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I hope this is not to off-topic for this site.

Recently I have had the opportunity to review banking systems for a client. Given how much time I have had to ponder over architecture in my own projects and for a overall system architecture, it is remarkable how difficult I find this task.

I started off writing a list of features but found that too limiting since it would only be a matter of the vendor giving me the "yeah we do web services" answer. Would it be a nice extensible solution or a thin wrapper to their proprietary API?

I have since then decided to approach the task by using a few subjects and in a conversational manner let the vendor give me the gist (nuts and bolts) of the system.

What topics would you suggest for a system review?

The one topic I find most important is extensibility and the way the system supports changes while still allowing for upgrades. Also discover ability of programming interfaces is an important one.

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I'm not clear on the question. What's the goal of the "review"? Build new, buy new, correct existing, replace, performance tune? It could be anything, and some goal of the "review" would be helpful. – S.Lott Feb 15 '09 at 20:39

5 Answers 5

You may want to add:

  • Security
    How is access to the system managed?
    What process is used?
    How is it implemented technically?
  • Auditing
    What audting requirements do you have?
    Are all changes to the system logged?
  • Reporting
    What reports are needed?
    How is access to these reports controlled?
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I don't know about you, but in my enterprise the more challenging question is: "What do you have?" How many servers? How many databases? How many instances of software X? After that, breaking the systems down by business functions seems a bit easier ("General ledger? That's here. Other there - payouts.")

Another problem is redundant data. There should be one source/owner for each bit of information, but the fact is that it's redundant and duplicated in many places.

To be able to go into each system and identify which ones hold their own versions of client data is a huge challenge.

We don't have one architecture. It's more like a little bit of everything: mainframes, client/server with Oracle forms, web, some services, Excel and Access desktop apps - some of which perform key functions for the company - Java and .NET. It's very complex.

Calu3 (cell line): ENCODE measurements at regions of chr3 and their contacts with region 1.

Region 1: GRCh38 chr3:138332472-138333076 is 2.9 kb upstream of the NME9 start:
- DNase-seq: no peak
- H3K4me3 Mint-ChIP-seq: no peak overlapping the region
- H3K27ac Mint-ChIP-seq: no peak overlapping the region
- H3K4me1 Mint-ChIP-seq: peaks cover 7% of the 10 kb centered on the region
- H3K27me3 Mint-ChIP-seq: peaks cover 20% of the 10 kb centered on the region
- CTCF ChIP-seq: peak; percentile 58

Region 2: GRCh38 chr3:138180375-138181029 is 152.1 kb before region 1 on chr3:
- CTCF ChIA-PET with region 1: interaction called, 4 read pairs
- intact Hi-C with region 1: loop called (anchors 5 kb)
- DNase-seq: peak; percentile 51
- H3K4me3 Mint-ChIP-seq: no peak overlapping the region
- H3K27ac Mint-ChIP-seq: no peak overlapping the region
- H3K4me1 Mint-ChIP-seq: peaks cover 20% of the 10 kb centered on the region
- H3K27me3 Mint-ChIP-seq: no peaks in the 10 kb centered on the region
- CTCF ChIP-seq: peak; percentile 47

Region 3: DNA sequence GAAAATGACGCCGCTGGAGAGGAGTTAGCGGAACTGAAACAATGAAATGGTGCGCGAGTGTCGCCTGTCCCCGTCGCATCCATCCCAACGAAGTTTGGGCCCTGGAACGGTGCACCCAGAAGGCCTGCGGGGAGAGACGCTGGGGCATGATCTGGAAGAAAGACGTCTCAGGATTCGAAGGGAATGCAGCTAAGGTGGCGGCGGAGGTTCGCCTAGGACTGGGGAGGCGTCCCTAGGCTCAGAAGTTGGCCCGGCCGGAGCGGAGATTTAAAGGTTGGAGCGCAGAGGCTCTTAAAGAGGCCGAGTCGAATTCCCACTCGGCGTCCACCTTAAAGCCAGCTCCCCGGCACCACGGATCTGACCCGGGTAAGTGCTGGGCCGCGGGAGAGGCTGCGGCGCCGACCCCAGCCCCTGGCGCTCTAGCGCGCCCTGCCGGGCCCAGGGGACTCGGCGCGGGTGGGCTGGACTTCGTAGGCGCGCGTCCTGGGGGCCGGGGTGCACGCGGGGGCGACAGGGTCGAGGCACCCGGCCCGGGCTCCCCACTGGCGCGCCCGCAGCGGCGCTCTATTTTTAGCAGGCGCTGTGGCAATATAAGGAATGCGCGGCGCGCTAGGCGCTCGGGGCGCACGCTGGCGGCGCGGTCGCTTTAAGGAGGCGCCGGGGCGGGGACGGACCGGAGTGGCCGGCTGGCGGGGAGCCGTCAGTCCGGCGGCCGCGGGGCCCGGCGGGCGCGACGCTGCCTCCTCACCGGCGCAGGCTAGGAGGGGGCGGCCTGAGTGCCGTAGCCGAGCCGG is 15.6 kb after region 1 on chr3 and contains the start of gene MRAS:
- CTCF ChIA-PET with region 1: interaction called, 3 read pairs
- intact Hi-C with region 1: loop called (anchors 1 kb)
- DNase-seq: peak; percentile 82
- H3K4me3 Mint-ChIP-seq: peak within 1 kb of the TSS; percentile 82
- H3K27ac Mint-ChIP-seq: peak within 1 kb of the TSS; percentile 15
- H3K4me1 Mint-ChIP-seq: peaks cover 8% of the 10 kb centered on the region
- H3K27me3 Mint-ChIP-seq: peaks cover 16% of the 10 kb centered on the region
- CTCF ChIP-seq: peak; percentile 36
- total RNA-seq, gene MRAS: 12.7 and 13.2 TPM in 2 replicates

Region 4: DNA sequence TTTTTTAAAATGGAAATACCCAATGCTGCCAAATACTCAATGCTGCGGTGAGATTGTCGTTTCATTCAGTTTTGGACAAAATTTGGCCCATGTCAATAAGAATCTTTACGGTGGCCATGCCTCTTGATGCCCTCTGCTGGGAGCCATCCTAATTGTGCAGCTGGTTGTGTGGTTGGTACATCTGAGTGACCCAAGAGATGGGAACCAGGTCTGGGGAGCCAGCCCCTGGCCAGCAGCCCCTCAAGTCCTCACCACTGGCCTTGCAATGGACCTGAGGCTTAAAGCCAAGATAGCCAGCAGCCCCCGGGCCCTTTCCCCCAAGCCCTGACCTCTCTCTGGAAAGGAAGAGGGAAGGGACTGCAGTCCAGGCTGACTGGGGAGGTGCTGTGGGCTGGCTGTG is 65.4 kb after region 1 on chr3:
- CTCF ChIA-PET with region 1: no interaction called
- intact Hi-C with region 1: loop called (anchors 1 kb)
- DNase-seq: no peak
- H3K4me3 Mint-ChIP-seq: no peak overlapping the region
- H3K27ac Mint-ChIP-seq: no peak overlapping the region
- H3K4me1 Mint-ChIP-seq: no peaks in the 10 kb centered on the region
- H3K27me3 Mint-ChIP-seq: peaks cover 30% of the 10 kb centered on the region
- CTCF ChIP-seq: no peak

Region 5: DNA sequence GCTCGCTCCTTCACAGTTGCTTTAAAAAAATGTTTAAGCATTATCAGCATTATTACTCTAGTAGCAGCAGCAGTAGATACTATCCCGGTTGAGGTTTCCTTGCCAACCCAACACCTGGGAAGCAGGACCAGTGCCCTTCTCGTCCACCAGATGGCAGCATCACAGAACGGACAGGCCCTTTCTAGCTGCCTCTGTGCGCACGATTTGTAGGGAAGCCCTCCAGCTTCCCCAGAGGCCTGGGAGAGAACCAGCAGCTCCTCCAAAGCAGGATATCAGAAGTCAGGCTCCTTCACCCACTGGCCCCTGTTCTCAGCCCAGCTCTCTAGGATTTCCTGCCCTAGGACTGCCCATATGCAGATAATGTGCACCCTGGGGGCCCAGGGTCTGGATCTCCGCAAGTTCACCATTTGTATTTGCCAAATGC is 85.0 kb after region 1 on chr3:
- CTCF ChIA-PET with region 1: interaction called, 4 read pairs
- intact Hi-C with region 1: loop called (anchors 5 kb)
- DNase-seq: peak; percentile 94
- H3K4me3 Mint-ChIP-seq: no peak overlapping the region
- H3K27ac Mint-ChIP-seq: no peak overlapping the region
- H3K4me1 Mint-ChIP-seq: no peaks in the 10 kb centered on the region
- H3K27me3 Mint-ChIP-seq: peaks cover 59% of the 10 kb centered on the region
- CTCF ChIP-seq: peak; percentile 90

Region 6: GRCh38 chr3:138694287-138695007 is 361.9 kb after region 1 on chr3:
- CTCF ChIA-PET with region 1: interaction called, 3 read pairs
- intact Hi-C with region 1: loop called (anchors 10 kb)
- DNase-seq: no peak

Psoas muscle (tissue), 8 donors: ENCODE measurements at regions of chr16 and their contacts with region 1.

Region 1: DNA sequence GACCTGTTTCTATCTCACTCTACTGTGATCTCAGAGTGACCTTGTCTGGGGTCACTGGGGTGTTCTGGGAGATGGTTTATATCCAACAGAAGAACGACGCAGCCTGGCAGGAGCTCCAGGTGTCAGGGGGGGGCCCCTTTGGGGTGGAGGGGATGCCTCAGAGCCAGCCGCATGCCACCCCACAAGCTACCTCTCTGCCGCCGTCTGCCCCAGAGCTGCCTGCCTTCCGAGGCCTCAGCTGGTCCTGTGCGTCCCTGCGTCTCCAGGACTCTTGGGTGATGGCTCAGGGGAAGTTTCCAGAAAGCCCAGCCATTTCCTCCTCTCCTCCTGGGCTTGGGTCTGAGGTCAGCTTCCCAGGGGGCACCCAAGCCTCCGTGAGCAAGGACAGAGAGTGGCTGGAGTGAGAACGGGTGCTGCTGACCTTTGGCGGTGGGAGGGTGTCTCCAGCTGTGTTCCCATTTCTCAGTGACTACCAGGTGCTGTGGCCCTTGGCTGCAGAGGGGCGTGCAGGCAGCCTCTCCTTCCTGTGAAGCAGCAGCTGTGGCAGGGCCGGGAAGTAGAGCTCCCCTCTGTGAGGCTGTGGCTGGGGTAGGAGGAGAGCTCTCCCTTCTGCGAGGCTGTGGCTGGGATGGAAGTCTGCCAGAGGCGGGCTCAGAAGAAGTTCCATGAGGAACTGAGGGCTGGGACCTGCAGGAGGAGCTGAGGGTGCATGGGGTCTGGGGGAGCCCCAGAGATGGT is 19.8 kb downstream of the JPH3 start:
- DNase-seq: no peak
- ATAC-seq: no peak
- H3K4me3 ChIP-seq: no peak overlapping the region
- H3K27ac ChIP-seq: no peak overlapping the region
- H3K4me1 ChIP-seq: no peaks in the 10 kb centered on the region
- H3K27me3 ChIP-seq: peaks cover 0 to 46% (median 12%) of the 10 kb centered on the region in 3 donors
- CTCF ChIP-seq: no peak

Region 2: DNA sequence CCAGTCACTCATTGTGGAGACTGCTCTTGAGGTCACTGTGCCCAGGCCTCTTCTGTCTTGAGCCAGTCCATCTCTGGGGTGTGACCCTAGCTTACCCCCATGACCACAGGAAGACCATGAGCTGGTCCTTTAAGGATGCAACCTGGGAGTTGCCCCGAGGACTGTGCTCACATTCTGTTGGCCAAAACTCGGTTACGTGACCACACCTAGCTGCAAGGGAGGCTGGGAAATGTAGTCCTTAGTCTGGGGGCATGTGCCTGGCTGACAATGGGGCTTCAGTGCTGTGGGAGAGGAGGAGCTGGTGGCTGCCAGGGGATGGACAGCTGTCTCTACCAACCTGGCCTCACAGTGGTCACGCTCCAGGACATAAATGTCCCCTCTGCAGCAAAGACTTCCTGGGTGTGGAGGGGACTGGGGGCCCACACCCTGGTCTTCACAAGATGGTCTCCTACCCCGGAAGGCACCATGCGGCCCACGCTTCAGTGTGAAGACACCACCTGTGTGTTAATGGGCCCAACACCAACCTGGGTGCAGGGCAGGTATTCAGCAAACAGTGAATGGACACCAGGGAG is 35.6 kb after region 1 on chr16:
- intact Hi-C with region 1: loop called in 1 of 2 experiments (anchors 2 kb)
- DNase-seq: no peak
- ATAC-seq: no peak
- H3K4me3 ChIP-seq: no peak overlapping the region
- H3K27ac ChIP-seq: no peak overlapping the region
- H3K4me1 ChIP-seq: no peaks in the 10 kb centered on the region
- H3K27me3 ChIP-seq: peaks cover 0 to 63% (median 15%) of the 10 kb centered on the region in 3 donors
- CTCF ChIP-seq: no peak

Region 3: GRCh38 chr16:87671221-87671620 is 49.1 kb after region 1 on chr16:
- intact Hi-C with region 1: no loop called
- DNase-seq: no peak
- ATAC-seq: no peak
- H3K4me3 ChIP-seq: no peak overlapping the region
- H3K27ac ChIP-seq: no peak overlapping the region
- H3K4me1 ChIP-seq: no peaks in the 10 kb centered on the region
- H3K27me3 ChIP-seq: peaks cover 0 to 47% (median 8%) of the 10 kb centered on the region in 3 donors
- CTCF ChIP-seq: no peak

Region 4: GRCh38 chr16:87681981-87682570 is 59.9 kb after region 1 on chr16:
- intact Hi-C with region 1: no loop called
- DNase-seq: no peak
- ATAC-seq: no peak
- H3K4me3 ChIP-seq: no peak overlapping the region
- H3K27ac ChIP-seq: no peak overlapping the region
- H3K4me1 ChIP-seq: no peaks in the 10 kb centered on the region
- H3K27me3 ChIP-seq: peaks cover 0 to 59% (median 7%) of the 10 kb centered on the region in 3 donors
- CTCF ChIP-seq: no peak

I hope your situation is better.

Tools like Altiris help some. Port scans can identify apps that stick to their default ports. Web services that expose WSDL are easy targets.

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I like the focus on master data. It is by far the most challenging thing in an enterprise. the more I think about this area I believe a open source community to develop standardised evaluation templates would be the way to go. Do anyone know of any such initiative? – elgrego Feb 15 '09 at 16:09

I think all general principles apply like what Bravax has pointed out. But i would like to add that you should watch out for "HOME" grown solutions. I know of a banking system that has a custom queue, a custom cache layer. So home grown solutions is something to watch out for.

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I guess my first question would be - what are you reviewing it for? What questions are you answering for your client?

You mention extensibility, others mention security, auditing, etc. I could chuck in scalability, performance, latency, reliability, the list of 'ilities' goes on but without knowing what it is you're setting out to assess you may be wasting your time and your client's time.

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up vote 0 down vote accepted

When it comes to reviewing banking systems and similar piece of software systems I have found it a valuable resource to have some kind of research institute to lean on. (thinking about Gartner/Forrester/etc...)

This was important for severeal reasons.

First; There is a lot of politics involved and the definition of the areas you need to cover are defined in some detail by these firms. Secondly; this makes it easier to gain approval for your evaluation once finished. Third; You can communicate with the vendor in a vocabulary that they understand.

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